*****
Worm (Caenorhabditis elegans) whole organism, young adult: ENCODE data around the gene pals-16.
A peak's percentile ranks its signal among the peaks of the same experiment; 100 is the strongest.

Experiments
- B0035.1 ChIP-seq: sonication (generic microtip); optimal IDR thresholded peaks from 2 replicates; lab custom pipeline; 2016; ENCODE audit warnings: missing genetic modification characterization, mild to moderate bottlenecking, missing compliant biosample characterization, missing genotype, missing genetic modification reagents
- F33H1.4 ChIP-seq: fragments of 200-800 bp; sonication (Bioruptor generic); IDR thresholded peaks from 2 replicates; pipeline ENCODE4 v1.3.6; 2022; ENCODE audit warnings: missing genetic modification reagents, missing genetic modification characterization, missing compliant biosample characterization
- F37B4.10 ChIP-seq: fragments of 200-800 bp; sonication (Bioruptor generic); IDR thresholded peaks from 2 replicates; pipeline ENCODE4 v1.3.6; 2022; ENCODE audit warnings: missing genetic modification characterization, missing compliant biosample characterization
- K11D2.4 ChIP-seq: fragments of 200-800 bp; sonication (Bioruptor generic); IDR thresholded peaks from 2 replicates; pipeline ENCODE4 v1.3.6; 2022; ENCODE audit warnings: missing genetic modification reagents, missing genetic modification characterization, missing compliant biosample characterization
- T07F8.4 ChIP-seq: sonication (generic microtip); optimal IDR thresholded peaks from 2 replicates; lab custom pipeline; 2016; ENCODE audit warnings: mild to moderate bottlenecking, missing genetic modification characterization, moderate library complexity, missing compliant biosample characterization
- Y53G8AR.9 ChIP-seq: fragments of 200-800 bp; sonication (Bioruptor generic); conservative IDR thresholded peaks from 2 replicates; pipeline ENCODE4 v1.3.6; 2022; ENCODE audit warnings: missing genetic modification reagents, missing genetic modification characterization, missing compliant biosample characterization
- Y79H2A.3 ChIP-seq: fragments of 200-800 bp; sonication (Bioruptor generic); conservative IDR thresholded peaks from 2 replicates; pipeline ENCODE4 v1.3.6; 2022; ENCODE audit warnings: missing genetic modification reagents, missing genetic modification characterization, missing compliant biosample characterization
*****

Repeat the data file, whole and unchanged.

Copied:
Worm (Caenorhabditis elegans) whole organism, young adult: ENCODE data around the gene pals-16.
A peak's percentile ranks its signal among the peaks of the same experiment; 100 is the strongest.

Experiments
- B0035.1 ChIP-seq: sonication (generic microtip); optimal IDR thresholded peaks from 2 replicates; lab custom pipeline; 2016; ENCODE audit warnings: missing genetic modification characterization, mild to moderate bottlenecking, missing compliant biosample characterization, missing genotype, missing genetic modification reagents
- F33H1.4 ChIP-seq: fragments of 200-800 bp; sonication (Bioruptor generic); IDR thresholded peaks from 2 replicates; pipeline ENCODE4 v1.3.6; 2022; ENCODE audit warnings: missing genetic modification reagents, missing genetic modification characterization, missing compliant biosample characterization
- F37B4.10 ChIP-seq: fragments of 200-800 bp; sonication (Bioruptor generic); IDR thresholded peaks from 2 replicates; pipeline ENCODE4 v1.3.6; 2022; ENCODE audit warnings: missing genetic modification characterization, missing compliant biosample characterization
- K11D2.4 ChIP-seq: fragments of 200-800 bp; sonication (Bioruptor generic); IDR thresholded peaks from 2 replicates; pipeline ENCODE4 v1.3.6; 2022; ENCODE audit warnings: missing genetic modification reagents, missing genetic modification characterization, missing compliant biosample characterization
- T07F8.4 ChIP-seq: sonication (generic microtip); optimal IDR thresholded peaks from 2 replicates; lab custom pipeline; 2016; ENCODE audit warnings: mild to moderate bottlenecking, missing genetic modification characterization, moderate library complexity, missing compliant biosample characterization
- Y53G8AR.9 ChIP-seq: fragments of 200-800 bp; sonication (Bioruptor generic); conservative IDR thresholded peaks from 2 replicates; pipeline ENCODE4 v1.3.6; 2022; ENCODE audit warnings: missing genetic modification reagents, missing genetic modification characterization, missing compliant biosample characterization
- Y79H2A.3 ChIP-seq: fragments of 200-800 bp; sonication (Bioruptor generic); conservative IDR thresholded peaks from 2 replicates; pipeline ENCODE4 v1.3.6; 2022; ENCODE audit warnings: missing genetic modification reagents, missing genetic modification characterization, missing compliant biosample characterization